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Wednesday, 8 October 2014

Getting collaboration right

By Jennifer Berryman

This artice was first published in InCite (September 2014)
Writing is the theme of this LIS Investigations column – at first glance, not a natural partner with the issue theme of collaboration, as writing is seen by many as a solitary endeavour.  But of course, writing and libraries are natural partners, as indeed are research and writing. This three-way relationship is the focus of Ferer’s investigation into collaborations between academic libraries and writing centres
Ferer’s research aim was to identify the range of activities embraced by libraries and writing centres when working together, to identify best practice.  Both these academic services are established to support students and help them succeed in a scholarly environment, and not surprisingly have a history of collaboration. The methodological approach was a review of the research literature published in English between 1999 and 2012. Ferer cautions that the results are somewhat skewed, as much of the literature reviewed is published by librarians rather than writing centre staff; the literature is overwhelmingly American.

A summary of the results of the review is grouped around five themes: outreach and partnership; building relationships; sharing space; providing services in each other’s space; jointly designing teaching modules and workshops. Interestingly, librarians providing services within the writing centre was one initiative for which results were mixed, although one library at least reported their services in the writing centre were well received as they were able to catch students seeking assistance at the very beginning of their research activity. 

The brief discussion focuses on the most frequently embraced collaborative activities rather than identifying best practice.  More popular collaborative activities included librarians providing writing centre tutors with training in library instructional services, for example, on how to manage citations, to enable them to assist students with their research. Other activities highlighted were co-teaching, cross-promotion of services and sharing spaces. Perhaps the most important finding discussed by Ferer is the importance of starting with small scale joint activities, and allowing the larger, more embracing activities such as combining services in a one-stop shop to emerge as the relationship develops.  While many of these activities are already in place in Australian university libraries, Ferer’s findings serve as a handy checklist when considering collaborative activity as a strategy to address the ongoing need to do more with less in delivering library services.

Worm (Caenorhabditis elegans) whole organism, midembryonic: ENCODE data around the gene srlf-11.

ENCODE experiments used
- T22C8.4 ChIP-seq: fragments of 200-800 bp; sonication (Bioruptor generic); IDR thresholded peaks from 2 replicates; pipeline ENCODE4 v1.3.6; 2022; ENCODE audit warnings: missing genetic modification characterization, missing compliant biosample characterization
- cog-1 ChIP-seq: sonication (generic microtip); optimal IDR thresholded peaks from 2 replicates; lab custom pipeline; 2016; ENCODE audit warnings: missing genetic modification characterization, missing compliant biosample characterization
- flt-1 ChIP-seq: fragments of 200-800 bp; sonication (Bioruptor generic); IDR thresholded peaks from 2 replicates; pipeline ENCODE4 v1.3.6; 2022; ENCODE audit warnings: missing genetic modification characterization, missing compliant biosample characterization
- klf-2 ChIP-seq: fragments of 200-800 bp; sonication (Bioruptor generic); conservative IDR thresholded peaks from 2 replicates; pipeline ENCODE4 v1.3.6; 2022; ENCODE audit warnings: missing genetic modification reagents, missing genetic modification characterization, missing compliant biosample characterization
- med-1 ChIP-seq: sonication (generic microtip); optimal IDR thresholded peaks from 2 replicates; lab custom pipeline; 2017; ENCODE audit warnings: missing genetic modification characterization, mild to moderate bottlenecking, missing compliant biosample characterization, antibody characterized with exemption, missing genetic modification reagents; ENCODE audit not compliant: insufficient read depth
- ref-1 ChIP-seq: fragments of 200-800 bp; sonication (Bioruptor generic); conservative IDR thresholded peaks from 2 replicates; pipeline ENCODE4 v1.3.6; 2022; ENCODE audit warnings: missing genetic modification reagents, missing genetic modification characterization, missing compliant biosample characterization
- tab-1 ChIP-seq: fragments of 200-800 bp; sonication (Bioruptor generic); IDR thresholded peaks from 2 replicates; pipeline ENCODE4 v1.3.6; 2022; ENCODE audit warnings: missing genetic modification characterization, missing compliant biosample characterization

Writing collaborations are also the focus of the work by Campbell, et al. The stimulus for their interest in forming a collaborative writing group in an academic library was the difficulty encountered in carving out time from busy days to write up research for publication. 

The authors analysed their own experiences against the published research of what is, they noted, an under-researched  field. The result is a list of factors likely to foster successful collaborative writing activities such as selecting compatible colleagues with whom to collaborate, and practical tips to increase the chances of being accepted for conference presentation or publication.  Also valuable is the brief consideration of the pitfalls that may be encountered. 

So to all those practising librarians who are keen to share the knowledge they have gained from in-house research activities  - have a look at this handy checklist , seek out writing partners with whom to collaborate and tell us about what you’ve found.


Ferer, E. (2012) Working together: library and writing centre collaboration. Reference Services Review, (40)4, 543-557
Campbell, K,. Ellis, M & Adebonojo, L.(2012) Developing a writing group for librarians: the benefits of successful collaboration. Library Management, (33)1/2, 14-21.


Dr Jennifer M Berryman works at the State Library of New South Wales.

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